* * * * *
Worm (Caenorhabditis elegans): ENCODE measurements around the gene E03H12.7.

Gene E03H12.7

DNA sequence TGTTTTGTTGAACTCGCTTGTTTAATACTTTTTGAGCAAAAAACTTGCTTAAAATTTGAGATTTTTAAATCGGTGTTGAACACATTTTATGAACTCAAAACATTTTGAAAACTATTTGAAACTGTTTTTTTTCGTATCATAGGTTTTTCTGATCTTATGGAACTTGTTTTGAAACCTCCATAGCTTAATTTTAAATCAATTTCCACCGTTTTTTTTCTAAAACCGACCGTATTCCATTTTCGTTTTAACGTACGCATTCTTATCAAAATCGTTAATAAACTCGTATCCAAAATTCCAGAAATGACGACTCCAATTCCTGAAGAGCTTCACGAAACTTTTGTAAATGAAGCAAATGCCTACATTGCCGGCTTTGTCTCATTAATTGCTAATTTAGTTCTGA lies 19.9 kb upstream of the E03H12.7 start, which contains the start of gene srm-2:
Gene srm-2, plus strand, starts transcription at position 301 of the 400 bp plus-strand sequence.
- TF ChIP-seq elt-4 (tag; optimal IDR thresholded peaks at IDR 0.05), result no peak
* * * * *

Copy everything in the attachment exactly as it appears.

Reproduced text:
Worm (Caenorhabditis elegans): ENCODE measurements around the gene E03H12.7.

Gene E03H12.7

DNA sequence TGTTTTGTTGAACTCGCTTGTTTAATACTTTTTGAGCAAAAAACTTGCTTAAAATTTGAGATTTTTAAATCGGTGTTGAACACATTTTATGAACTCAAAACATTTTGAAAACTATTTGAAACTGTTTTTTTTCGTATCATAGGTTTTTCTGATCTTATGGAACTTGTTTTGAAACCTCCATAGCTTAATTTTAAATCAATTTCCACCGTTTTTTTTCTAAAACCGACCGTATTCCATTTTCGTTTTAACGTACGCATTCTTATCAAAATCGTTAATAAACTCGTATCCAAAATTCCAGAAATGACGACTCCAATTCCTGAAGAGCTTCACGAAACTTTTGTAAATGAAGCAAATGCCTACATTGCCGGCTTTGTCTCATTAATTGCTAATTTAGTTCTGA lies 19.9 kb upstream of the E03H12.7 start, which contains the start of gene srm-2:
Gene srm-2, plus strand, starts transcription at position 301 of the 400 bp plus-strand sequence.
- TF ChIP-seq elt-4 (tag; optimal IDR thresholded peaks at IDR 0.05), result no peak